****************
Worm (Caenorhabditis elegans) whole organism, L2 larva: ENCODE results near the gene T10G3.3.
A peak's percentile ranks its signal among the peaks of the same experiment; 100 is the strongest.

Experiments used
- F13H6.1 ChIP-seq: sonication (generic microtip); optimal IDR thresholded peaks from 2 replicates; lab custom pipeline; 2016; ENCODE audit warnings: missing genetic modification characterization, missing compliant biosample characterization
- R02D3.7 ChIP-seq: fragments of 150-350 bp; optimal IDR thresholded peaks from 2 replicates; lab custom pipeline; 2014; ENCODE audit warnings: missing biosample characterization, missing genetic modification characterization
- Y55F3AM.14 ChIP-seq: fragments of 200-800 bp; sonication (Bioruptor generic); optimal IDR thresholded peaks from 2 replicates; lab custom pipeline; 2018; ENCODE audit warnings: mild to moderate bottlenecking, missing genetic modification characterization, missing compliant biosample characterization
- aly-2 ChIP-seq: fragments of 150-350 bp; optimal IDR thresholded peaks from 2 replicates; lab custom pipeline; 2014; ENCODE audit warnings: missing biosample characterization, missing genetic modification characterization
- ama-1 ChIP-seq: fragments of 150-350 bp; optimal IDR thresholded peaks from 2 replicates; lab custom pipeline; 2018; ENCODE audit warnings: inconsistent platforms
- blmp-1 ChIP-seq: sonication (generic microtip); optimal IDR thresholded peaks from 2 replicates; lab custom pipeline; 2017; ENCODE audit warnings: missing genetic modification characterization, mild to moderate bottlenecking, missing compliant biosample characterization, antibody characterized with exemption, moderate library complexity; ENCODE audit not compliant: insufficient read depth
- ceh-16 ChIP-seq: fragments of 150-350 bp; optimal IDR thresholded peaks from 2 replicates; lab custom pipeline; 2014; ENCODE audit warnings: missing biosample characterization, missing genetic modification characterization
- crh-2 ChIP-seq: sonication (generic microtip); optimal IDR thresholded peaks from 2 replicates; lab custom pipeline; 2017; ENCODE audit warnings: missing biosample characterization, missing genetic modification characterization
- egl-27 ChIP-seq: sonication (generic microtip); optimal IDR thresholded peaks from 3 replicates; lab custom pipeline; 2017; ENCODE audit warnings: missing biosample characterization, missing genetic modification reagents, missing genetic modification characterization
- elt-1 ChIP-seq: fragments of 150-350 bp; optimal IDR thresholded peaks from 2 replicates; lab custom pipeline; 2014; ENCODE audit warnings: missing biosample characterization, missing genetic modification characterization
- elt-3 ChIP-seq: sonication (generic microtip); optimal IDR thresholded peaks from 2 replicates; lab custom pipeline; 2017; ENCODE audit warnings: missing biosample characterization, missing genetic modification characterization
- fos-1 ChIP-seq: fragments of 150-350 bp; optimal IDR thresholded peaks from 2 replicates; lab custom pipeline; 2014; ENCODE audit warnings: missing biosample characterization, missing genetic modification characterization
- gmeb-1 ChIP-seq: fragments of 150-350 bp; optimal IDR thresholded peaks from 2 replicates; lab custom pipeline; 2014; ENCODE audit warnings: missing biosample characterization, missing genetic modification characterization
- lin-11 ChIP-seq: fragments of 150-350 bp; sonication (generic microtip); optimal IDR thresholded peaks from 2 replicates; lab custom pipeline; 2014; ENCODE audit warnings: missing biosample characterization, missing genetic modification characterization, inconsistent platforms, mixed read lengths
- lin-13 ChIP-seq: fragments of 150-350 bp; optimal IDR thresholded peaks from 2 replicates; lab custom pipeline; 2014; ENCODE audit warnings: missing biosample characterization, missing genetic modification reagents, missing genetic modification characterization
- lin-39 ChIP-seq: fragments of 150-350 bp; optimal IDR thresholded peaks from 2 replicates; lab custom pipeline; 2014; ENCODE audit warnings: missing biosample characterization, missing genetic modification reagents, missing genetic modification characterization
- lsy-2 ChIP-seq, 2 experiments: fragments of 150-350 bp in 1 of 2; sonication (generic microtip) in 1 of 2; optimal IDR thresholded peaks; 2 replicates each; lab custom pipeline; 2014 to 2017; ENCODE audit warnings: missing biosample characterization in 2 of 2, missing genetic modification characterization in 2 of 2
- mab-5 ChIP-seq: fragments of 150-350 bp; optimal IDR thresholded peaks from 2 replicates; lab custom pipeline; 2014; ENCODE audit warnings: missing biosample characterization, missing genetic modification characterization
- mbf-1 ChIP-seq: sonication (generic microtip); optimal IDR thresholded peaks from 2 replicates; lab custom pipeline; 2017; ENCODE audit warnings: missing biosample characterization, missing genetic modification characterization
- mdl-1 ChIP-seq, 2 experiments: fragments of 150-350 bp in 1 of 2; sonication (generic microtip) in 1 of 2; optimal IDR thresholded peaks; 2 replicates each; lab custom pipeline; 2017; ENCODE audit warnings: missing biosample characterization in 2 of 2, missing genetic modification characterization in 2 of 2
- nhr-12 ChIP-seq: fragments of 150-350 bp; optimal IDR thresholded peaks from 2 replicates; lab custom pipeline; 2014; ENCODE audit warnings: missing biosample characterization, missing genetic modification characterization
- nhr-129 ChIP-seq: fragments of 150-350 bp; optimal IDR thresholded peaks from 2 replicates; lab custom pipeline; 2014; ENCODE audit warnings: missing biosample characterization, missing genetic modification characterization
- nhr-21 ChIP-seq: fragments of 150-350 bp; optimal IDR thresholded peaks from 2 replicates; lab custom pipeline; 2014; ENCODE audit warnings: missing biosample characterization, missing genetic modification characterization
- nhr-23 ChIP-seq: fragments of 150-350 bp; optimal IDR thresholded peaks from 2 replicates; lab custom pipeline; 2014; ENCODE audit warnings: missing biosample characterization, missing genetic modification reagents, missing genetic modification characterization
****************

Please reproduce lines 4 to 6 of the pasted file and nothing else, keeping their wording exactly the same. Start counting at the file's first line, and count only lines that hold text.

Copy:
- F13H6.1 ChIP-seq: sonication (generic microtip); optimal IDR thresholded peaks from 2 replicates; lab custom pipeline; 2016; ENCODE audit warnings: missing genetic modification characterization, missing compliant biosample characterization
- R02D3.7 ChIP-seq: fragments of 150-350 bp; optimal IDR thresholded peaks from 2 replicates; lab custom pipeline; 2014; ENCODE audit warnings: missing biosample characterization, missing genetic modification characterization
- Y55F3AM.14 ChIP-seq: fragments of 200-800 bp; sonication (Bioruptor generic); optimal IDR thresholded peaks from 2 replicates; lab custom pipeline; 2018; ENCODE audit warnings: mild to moderate bottlenecking, missing genetic modification characterization, missing compliant biosample characterization